Judy Judy Judy
Some people are not enamoured of Judy Garland, the subject of this issue's cover story. They say her self-medicating victimhood, her emotional neediness, her asexuality were flaws gay men should have rejected, not embraced.
But gay men of any era have adopted one particular female singer, from Garland to Cher, Madonna to Gaga, each woman progressively more sexual, more self-assertive. Perhaps gay men of the Fifties and Sixties were reflecting their era when they identified with Garland? Or was it that she seemed to live her life on the same emotional knife-edge they did?
Her “emotionality” is cited by Richard Dyer as her appeal to gay men in his book Heavenly Bodies: “Garland’s emotionality is twofold,” Dyer writes. “First, she is hysterical and vulnerable, which result from her suffering in real life (suicide attempts, career crisis and broken marriages); second, she is strong and subversive, so no matter what happened to her, she ‘comes back.’ It is this twofold nature of her emotional quality that makes her the embodiment of both vulnerability and strength, fragility and valor. Her gay followers could relate themselves to her because they, too, endured a lot of suffering in real life, especially in the early stage of gay movements.”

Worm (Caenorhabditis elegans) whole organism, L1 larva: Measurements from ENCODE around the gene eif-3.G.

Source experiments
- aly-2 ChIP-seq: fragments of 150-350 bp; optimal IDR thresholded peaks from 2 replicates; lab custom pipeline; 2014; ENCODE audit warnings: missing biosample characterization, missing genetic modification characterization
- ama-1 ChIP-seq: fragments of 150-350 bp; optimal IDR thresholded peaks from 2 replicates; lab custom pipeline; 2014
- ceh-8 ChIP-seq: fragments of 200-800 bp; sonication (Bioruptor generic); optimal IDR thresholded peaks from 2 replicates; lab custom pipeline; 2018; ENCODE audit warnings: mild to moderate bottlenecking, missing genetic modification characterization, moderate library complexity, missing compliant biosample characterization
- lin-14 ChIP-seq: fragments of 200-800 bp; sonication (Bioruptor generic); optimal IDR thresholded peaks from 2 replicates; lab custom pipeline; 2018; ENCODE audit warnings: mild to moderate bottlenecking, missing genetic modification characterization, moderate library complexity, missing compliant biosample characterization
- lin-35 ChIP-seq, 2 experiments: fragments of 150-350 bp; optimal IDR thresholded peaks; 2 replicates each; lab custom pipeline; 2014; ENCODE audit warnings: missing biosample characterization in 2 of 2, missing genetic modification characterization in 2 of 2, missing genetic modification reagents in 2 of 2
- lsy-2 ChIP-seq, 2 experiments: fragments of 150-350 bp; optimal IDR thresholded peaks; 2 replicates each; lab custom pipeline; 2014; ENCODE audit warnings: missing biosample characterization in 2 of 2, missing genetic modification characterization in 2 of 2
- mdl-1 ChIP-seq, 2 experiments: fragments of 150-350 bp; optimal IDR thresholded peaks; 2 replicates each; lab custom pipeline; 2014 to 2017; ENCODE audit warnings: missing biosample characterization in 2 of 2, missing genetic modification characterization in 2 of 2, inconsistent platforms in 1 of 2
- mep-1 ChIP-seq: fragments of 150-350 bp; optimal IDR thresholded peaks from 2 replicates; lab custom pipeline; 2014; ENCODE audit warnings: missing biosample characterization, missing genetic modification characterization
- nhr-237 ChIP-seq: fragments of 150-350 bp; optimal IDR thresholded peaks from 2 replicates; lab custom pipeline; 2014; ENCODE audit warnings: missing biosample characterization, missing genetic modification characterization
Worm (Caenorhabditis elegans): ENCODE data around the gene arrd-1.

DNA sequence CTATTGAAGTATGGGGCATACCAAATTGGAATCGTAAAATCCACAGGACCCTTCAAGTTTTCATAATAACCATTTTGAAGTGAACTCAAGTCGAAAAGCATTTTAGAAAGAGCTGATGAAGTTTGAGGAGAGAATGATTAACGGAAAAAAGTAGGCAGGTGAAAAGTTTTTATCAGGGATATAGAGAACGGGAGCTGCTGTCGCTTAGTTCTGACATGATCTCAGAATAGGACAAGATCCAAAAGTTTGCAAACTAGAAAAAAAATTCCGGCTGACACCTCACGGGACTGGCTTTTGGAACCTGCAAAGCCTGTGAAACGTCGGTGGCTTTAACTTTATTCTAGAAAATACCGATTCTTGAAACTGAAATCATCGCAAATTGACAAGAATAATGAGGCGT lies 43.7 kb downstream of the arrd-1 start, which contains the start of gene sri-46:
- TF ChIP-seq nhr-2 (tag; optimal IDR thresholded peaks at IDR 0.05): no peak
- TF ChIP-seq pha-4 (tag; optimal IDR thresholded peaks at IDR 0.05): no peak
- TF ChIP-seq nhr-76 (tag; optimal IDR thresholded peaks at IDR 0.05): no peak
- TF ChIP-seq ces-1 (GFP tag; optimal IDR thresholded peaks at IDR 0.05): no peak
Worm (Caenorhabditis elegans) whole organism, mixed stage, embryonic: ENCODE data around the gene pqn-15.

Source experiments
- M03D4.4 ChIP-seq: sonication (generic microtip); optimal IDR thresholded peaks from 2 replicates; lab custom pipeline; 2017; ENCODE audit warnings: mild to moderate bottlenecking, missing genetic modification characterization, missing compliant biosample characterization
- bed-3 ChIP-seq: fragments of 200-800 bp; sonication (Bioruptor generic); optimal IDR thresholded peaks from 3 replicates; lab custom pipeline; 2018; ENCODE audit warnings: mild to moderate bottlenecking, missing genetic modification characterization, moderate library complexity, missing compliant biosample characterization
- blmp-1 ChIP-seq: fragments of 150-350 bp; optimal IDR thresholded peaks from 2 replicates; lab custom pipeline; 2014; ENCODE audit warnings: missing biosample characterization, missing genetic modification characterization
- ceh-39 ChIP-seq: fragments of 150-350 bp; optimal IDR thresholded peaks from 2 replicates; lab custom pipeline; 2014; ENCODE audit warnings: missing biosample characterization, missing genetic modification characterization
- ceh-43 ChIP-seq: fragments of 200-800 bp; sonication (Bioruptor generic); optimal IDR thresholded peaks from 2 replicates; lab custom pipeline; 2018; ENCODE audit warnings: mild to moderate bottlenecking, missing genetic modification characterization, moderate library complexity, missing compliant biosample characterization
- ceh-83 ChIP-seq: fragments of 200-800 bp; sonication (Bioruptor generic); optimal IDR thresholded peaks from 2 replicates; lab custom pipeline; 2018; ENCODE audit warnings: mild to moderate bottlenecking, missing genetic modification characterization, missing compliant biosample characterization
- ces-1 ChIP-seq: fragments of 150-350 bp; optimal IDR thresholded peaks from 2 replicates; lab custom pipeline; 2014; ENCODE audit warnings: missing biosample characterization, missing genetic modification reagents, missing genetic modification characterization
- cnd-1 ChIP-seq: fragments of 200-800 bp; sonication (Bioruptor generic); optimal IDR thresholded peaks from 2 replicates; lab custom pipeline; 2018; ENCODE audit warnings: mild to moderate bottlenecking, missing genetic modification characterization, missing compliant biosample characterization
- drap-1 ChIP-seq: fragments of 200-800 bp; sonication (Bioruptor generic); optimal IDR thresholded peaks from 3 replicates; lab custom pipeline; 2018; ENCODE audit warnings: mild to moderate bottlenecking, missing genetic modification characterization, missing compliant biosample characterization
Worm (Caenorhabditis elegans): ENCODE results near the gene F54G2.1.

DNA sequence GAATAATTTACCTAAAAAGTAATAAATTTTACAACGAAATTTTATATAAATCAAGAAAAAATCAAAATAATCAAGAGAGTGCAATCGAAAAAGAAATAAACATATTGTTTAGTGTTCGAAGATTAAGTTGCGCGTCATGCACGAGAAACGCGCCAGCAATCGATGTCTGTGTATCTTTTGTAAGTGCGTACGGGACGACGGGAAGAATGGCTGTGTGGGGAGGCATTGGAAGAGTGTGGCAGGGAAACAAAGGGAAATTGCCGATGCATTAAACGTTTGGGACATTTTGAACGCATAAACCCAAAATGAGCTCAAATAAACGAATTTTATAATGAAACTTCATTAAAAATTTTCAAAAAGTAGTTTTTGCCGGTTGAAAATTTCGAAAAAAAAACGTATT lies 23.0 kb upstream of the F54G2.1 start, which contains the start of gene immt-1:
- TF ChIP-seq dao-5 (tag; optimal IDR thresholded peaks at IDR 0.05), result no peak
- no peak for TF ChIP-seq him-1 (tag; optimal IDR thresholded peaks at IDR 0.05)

Garland’s story comes to the Brisbane stage in March: Christen O’Leary plays the singer in End of the Rainbow, a play set six months before Garland’s death as she performs a run of shows in a London nightclub. It sets Garland in her hotel suite, where she broods with her fiancé and piano accompanist, as well as performing the songs that made her famous.
It’s a daunting task, O’Leary tells me. “That woman at her best... I’ve heard thousands of hours of her and I still, when I hear her at her best, I sit there and I—” She gasps. “When you see her do ‘Rockabye’ in full flight... It looks like she’s just a vessel. She opens her mouth and there it comes.” Our interview contains frank reflections by O’Leary on Garland’s life and loves – including what attracted her to the gay men she married. O’Leary says that’s an area she’s also touched on.
“The first relationship I had in my life was with a gay man, as it turned out,” she says. “I was the dumpy girl and this man loved me. Guys were never attracted to me, but this guy was attracted to me. These unusual women that gay men go, ‘She’s fabulous!’ and you feel loved. They somehow do make you feel like a sexual being, but of course there’s an untruth there that comes out.”
‘Judy Garland’ may prompt blank expressions from younger gay men who have Gaga as a champion and don’t need a dead woman singing about the man that got away. But she is important to the gay community – she married into it twice, she’s family – and whether you thought she was heroic or pathetic, the woman could sing.